Swarm-Farm Startup Raises $17M
“Swarming farm autonomy” startup Sabanto Inc. recently closed an oversubscribed series A investment round, bringing in $17 million from seven participants.
The Chicago-based company manufactures an “aftermarket autonomy system” that can be installed on a growing number of existing tractor models. These can be deployed individually or in groups for multiple days of nonstop operation, allowing smaller farms to compete against larger, better-capitalized concerns.
“We started Sabanto with our sights set on tackling labor shortages and resetting the capital expenses for agricultural machinery,” Sabanto founder and CEO Craig Rupp said. “We see a future of smarter, smaller, lighter, less expensive and more sustainable swarms of autonomous equipment, substituting horsepower and weight for time.”
Designed to fit on the smaller 60 hp and 90 hp tractors used by many farmers today, Sabanto’s “mission control platform” gives smaller row-crop farms the benefits of autonomy without the need to purchase or lease expensive, unmanned machinery. So far, Sabanto-powered tractors have successfully completed a variety of farming tasks, including tilling, planting, seeding, weeding and mowing, at numerous farms across the Midwest. In one instance, a single 60 hp tractor planted more than 750 acres of corn and soybeans in one season.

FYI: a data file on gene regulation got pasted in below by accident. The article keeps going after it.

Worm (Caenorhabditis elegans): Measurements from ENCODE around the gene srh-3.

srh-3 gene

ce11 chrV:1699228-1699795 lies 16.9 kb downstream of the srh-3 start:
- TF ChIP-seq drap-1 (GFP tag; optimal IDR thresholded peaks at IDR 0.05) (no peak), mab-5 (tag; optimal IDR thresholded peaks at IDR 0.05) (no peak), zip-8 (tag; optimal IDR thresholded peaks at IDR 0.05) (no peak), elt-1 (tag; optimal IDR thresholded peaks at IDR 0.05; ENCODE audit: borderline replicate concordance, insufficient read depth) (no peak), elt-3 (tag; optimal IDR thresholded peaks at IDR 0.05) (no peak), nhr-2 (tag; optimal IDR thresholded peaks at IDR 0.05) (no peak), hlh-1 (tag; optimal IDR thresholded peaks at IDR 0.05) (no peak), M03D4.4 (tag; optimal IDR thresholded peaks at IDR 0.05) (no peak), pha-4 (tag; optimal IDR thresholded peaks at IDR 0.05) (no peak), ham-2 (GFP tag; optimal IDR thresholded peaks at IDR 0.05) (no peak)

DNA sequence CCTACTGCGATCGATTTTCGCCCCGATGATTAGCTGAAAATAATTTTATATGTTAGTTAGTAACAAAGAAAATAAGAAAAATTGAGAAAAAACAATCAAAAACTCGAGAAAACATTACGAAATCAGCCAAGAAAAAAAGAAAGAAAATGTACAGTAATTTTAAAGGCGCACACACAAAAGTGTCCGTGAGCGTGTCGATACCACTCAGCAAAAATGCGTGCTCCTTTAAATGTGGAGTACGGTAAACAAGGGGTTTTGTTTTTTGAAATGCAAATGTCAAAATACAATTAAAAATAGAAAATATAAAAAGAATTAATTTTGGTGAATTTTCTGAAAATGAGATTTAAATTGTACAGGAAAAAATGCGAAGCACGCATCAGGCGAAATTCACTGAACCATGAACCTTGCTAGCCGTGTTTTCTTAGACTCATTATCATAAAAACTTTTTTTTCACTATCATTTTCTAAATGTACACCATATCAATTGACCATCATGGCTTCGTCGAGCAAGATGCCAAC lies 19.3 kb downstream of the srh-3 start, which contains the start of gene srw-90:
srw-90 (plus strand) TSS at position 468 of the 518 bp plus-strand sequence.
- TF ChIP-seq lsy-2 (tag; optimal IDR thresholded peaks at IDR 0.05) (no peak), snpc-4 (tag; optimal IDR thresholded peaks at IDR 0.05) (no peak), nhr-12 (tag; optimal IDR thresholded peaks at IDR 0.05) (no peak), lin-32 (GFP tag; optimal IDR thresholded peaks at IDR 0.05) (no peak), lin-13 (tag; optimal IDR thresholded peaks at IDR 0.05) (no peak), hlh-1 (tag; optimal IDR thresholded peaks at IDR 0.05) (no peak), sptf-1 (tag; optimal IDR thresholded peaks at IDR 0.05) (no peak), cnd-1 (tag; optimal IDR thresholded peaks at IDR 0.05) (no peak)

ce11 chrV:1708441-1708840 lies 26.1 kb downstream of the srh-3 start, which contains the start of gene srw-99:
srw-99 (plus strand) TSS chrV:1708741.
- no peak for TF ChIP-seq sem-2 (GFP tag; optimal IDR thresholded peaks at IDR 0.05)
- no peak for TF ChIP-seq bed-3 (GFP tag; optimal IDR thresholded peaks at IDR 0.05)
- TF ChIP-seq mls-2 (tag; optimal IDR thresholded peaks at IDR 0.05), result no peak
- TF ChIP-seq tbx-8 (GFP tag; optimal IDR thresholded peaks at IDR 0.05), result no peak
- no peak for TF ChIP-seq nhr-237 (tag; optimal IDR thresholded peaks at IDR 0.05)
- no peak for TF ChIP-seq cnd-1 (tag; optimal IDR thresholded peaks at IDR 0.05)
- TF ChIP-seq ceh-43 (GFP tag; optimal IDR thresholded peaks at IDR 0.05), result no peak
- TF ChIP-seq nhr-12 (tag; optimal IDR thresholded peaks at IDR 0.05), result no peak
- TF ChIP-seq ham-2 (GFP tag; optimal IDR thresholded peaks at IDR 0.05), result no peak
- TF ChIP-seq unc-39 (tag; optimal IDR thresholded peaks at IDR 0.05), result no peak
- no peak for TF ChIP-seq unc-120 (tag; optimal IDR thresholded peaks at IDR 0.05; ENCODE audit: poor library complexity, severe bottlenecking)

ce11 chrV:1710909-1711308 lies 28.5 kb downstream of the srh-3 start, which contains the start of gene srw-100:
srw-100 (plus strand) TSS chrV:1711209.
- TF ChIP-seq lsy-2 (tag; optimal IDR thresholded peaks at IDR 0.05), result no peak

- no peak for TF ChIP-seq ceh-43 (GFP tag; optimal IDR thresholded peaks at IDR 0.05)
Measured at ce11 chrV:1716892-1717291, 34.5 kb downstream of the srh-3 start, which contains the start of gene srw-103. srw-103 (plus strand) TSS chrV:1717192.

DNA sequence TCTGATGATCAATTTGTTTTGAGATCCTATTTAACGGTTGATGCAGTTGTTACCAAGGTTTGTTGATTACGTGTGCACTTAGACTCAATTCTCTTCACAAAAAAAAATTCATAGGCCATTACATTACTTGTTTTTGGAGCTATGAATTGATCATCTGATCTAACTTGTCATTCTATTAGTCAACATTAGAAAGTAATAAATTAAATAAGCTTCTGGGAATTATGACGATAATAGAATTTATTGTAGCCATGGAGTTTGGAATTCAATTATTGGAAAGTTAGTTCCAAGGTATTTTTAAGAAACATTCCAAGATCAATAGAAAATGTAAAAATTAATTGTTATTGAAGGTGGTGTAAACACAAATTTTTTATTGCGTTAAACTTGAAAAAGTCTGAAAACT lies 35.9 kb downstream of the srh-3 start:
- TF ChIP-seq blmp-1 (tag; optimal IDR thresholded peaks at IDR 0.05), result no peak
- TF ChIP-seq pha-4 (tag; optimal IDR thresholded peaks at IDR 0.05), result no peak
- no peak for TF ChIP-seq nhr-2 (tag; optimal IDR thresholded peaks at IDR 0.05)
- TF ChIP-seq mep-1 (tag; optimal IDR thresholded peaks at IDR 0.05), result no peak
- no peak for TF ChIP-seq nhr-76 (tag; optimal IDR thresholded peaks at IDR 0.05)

“We’re witnessing a huge snowball effect, and it’s all because of the size of the machinery. It’s more expensive. It’s harder to operate. It’s harder to resell. …It’s the hamster wheel from hell,” said JJ Granstrom, Sabanto customer and Granstrom Farms owner. “Finally, a company is solving our labor problems and taking us in the other direction.”
Agtech venture firm Fulcrum Global Capital led the Sabanto investment round, which also included DCVC Bio, Hico Capital, Yara Growth Ventures, Cavallo Ventures, Johnsonville Ventures and Trimble Ventures. Fulcrum co-founder and partner John Peryam joined Sabanto’s board of directors following the investment.
The fundraising round provides one more data point illustrating robust investor interest in the automated farming-as-a-service (FaaS) field, which is expected to grow significantly in coming years as advances in AI, IoT and other smart technologies are used to meet the challenges of climate change and skilled-labor shortages.
FaaS investments are being made across the board, from literally the small-scale, like the crowdfunded Small Robot Company, which uses AI-powered robots to monitor and care for crops at the individual plant level, to the industrial, like John Deere, which purchased autonomous-driving startup Bear Flag Robotics for $250 million last year as part of its broader “smart industrial” strategy.
“Deere views autonomy as an important step forward in enabling farmers to leverage their resources strategically to feed the world and create more sustainable and profitable operations,” John Deere Chief Technology Officer Jahmy Hindman said.